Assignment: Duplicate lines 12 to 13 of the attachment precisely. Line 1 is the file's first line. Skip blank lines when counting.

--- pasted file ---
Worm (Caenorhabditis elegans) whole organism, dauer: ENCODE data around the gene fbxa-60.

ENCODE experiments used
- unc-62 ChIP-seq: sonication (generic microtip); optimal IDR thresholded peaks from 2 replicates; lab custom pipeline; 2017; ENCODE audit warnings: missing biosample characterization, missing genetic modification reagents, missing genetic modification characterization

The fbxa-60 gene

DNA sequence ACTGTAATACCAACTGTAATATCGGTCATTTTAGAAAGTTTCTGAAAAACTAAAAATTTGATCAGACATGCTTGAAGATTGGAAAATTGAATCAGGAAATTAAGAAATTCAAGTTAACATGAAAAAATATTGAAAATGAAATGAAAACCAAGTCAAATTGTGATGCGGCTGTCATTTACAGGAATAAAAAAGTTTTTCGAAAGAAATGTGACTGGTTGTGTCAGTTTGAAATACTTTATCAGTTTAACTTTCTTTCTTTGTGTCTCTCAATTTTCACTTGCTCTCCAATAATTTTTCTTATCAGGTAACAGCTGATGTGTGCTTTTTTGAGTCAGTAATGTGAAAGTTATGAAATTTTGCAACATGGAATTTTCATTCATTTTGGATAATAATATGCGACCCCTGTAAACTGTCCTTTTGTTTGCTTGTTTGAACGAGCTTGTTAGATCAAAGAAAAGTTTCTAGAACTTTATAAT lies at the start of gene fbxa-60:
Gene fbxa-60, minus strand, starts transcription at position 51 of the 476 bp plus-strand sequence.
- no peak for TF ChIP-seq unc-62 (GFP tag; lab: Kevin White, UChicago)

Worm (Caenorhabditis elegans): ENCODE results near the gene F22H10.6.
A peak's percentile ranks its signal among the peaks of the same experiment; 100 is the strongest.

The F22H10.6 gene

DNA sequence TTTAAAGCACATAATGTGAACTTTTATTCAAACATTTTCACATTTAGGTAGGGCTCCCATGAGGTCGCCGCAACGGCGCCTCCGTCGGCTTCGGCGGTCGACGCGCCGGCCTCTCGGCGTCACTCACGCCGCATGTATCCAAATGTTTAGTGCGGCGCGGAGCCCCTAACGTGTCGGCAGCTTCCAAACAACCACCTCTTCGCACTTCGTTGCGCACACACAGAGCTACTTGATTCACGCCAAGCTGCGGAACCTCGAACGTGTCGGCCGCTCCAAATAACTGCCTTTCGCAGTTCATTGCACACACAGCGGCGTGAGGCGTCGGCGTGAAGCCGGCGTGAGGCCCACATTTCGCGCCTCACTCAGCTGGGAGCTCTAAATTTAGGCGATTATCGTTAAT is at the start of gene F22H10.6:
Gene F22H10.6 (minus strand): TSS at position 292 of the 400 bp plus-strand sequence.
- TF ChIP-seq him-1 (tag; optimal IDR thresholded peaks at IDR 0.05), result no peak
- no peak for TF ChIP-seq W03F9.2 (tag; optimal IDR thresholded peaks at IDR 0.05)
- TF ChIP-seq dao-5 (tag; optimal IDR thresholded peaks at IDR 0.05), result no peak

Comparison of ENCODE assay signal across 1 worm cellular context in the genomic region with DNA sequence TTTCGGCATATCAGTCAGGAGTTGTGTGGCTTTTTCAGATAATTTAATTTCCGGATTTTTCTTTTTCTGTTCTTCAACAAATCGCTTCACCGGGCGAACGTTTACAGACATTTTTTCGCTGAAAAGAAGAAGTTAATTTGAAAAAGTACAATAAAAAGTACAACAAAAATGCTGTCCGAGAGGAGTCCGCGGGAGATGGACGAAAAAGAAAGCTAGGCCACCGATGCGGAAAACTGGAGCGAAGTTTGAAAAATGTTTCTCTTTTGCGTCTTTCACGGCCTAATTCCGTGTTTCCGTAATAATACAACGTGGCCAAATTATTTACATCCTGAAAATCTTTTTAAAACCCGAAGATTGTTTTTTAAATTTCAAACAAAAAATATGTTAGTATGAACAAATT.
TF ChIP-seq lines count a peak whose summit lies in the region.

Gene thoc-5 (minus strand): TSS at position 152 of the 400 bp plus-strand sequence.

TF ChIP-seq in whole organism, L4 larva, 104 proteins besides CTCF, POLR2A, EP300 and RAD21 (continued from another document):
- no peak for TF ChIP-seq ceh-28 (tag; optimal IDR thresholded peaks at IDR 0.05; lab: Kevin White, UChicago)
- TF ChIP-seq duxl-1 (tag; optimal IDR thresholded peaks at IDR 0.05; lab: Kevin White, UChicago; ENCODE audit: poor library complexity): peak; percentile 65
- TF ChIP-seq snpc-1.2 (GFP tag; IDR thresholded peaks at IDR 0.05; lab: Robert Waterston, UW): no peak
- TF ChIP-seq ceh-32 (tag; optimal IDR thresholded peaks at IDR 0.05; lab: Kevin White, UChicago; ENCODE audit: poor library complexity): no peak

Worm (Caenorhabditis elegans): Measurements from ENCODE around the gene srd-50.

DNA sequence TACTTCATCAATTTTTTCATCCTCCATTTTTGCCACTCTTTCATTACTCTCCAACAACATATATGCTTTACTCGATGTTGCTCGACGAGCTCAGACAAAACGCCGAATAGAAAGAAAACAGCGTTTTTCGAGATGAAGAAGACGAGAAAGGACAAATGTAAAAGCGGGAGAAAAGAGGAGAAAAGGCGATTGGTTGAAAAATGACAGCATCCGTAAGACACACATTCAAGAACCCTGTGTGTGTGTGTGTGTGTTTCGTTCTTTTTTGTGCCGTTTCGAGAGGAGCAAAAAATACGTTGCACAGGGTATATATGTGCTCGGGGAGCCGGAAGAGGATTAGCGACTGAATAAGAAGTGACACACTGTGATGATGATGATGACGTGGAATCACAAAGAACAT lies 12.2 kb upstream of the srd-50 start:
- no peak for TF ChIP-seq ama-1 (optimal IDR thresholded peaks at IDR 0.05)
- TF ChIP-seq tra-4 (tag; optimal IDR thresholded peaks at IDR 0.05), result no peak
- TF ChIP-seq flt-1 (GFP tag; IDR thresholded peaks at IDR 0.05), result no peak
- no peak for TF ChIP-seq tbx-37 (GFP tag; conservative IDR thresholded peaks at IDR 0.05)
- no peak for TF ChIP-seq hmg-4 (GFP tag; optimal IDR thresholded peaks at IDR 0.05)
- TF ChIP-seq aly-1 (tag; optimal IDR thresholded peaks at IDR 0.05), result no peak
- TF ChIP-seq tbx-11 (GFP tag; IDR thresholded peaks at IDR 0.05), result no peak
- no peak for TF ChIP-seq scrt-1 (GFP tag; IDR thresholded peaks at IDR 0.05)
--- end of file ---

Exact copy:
Gene F22H10.6 (minus strand): TSS at position 292 of the 400 bp plus-strand sequence.
- TF ChIP-seq him-1 (tag; optimal IDR thresholded peaks at IDR 0.05), result no peak